Can an algorithm be racist? Here is how discrimination arises

Can an algorithm be racist? No, but it can still carry the germ of discrimination. Question of "bias“, A word that has now become commonplace at the same time that, mirroring itself in its digital representation, society has understood that it has clear and distorting signs of its own image on its face. A research published by Science has highlighted how precisely an algorithm can move huge amounts of capital starting from these distortions, causing damage to the whole society because of superficiality (which we will soon be able to describe as incompetence, by now) with which the decision algorithms are compound states.

When the algorithm makes color distinctions

At the center of the study (50,000 analyzed medical records) there would be an algorithm developed to calibrate the interventions of the public health in the United States, a process that establishes priorities on a statistical basis and thus guides the budget to control the most complex situations. While it is unimaginable to think that a machine can be racist, simple evidence shows how this process heavily discriminates against people based on skin color. This evidence may seem paradoxical (especially when we are in the presence of systems that calibrate the public health of millions of people, when we analyze them in the third millennium and when we are dealing with machine learning processes), but what speaks is the simple reality of the facts:

It is surprising to see that people who are self-identified as having black skin have generally been assigned a lower risk assessment than white people with the same health status.

The problem is that all this has serious repercussions on the way in which one's health is treated and how aid is managed. According to research evaluations, the simple color of the skin is able to reduce the annual expenditure on medical care per capita by $ 1,800; moreover, while only 17.7% of black skin patients get additional treatment based on current algorithms, a balanced assessment would bring this average to as much as 46.5%.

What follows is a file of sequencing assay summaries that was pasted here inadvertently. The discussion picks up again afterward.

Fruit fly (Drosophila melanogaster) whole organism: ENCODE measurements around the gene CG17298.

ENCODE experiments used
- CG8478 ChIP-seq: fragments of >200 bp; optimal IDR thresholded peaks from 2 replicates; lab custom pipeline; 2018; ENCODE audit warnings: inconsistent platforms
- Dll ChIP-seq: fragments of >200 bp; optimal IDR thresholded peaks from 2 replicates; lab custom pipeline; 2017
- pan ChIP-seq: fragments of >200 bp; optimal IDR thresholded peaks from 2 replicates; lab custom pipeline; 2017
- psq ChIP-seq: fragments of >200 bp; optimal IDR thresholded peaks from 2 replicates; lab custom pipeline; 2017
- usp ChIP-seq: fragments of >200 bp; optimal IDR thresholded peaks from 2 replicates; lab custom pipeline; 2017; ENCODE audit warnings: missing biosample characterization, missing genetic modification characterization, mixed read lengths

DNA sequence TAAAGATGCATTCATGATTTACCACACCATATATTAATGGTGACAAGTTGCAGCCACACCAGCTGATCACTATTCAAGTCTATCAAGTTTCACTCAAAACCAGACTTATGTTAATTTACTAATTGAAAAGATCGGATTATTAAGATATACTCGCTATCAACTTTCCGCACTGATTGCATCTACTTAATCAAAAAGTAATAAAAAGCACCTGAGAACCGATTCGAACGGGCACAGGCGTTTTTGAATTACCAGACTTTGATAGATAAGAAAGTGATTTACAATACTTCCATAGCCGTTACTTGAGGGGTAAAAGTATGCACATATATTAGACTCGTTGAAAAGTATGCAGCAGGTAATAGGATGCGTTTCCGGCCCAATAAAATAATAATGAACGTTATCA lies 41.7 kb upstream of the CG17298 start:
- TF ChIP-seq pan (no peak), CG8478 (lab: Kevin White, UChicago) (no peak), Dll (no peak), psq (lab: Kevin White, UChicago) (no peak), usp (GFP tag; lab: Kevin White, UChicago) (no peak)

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Although the real cost is comparable, the health status of people with black skin is worse: diabetes, anemia, liver problems and high blood pressure make the state of health generally worse, therefore theoretically worthy of greater attention: this is not the case, which it opens up to backward considerations that have revealed how the algorithm is certainly not spoiled by an autonomous racist movement, but that is based on polluted parameters and evaluations (therefore on a basic intelligence).

The developers of the system, "Optum of Eden Prairie" thank the researchers for the evidences, but reject the objections: the cost model is only one of the possible systems of analysis and according to them not the most balanced, having to put on the track also the experience of doctors and other clinical factors. At the same time, the researchers, although they focused their studies on a single analysis system, would have shown the same distortions even in other competing systems. The problem would therefore be widespread, representing a serious stain for the US health-care system.

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The underlying question is therefore deliberately provocative: can an algorithm be racist? This question mark opens up a new frontier of study and skills: what anthropological abilities must a developer develop if he intends to study man through statistics, AI and machine learning? Can we delegate certain decision steps to an algorithm without having duly examined the balance with which these assessments are concluded? An algorithm cannot be racist, but the way in which it is put in place can be superficial. And superficiality does nothing but serve as a megaphone for the distortions of society, which, in turn, most often carry with them prejudices.

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Michael

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